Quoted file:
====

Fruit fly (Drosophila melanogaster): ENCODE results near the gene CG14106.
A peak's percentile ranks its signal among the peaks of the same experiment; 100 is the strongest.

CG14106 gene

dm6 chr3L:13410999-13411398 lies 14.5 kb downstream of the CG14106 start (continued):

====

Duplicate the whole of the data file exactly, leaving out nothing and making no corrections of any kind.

Fruit fly (Drosophila melanogaster): ENCODE results near the gene CG14106.
A peak's percentile ranks its signal among the peaks of the same experiment; 100 is the strongest.

CG14106 gene

dm6 chr3L:13410999-13411398 lies 14.5 kb downstream of the CG14106 start (continued):